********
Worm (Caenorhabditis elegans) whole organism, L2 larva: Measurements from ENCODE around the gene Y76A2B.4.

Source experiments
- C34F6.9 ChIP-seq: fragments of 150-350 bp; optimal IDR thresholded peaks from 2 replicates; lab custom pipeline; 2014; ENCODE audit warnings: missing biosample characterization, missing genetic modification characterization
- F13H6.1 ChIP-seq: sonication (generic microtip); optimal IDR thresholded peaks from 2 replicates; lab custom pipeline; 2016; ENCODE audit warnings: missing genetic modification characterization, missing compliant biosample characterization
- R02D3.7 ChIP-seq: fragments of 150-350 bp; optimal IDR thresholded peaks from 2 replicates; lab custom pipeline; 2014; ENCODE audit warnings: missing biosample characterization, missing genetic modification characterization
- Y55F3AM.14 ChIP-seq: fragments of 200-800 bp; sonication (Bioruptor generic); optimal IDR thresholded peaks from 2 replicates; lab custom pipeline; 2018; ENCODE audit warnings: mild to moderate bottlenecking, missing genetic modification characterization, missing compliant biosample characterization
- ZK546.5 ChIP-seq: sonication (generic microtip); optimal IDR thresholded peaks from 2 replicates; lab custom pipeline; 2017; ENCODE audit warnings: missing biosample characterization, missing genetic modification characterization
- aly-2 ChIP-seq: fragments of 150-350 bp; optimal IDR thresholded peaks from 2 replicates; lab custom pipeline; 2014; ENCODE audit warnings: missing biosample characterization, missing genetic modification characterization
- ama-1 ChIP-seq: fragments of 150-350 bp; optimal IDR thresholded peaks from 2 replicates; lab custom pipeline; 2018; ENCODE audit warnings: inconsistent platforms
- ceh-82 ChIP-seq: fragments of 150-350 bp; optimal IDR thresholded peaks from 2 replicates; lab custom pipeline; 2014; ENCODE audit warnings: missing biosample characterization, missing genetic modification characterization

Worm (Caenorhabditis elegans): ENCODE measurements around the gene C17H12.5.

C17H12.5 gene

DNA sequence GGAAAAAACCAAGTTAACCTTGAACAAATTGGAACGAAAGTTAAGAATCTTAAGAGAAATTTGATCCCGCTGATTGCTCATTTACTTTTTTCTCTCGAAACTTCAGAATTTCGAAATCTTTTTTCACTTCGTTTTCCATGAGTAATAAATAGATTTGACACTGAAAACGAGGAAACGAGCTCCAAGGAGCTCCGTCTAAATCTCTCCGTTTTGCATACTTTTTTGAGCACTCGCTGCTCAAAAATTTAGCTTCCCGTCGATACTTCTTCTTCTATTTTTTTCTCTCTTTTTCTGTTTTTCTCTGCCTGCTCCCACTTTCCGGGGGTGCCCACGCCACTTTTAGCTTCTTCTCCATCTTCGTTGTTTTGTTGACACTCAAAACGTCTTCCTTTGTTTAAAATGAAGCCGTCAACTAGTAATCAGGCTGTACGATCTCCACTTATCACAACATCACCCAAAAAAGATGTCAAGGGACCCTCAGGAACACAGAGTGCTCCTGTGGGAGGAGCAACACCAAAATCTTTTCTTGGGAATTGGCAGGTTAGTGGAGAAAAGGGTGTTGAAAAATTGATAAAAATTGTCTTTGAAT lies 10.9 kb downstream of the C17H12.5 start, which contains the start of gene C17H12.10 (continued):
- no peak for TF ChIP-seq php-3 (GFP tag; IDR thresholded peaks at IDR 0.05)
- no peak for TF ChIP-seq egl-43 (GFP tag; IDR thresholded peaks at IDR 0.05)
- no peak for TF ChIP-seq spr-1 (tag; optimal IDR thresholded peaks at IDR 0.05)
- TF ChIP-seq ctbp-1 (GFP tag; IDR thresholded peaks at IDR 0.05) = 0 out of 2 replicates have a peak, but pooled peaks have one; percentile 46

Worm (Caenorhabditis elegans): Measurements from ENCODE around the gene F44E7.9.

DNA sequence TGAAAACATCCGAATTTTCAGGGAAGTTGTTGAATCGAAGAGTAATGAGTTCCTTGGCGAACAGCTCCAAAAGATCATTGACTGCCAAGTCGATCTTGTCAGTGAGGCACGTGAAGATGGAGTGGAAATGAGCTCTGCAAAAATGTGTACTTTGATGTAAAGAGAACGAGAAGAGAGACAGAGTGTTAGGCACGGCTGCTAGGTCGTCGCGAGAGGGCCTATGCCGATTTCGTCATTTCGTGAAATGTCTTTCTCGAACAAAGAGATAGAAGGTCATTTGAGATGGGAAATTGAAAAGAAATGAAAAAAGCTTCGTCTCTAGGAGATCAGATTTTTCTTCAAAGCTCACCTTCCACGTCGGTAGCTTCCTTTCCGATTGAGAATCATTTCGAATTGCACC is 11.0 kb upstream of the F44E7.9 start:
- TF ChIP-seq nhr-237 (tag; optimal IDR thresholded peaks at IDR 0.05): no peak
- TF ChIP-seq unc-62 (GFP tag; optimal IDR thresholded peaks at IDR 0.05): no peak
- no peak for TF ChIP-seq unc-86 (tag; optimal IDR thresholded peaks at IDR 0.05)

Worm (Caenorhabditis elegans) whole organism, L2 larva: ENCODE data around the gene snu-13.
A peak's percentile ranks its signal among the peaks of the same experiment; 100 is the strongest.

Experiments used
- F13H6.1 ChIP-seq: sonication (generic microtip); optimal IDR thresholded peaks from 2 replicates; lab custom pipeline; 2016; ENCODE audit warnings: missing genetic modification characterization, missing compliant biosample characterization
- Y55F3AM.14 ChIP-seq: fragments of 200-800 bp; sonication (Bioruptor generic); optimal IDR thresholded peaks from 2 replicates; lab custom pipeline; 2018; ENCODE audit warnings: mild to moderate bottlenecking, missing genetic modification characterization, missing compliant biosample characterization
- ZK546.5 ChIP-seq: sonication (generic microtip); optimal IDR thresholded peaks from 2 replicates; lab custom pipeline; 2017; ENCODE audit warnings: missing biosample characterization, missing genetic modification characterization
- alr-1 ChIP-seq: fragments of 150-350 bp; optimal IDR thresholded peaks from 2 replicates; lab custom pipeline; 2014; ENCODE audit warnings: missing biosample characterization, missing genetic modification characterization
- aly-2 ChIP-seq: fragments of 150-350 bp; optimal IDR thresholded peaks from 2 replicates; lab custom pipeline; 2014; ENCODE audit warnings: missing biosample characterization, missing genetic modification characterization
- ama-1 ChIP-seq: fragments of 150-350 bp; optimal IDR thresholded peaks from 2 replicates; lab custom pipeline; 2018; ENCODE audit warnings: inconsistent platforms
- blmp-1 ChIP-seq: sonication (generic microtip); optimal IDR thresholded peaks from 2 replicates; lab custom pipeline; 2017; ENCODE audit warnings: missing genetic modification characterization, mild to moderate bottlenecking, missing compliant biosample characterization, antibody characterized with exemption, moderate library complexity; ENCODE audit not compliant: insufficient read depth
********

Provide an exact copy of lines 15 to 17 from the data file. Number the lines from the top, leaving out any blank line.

- no peak for TF ChIP-seq egl-43 (GFP tag; IDR thresholded peaks at IDR 0.05)
- no peak for TF ChIP-seq spr-1 (tag; optimal IDR thresholded peaks at IDR 0.05)
- TF ChIP-seq ctbp-1 (GFP tag; IDR thresholded peaks at IDR 0.05) = 0 out of 2 replicates have a peak, but pooled peaks have one; percentile 46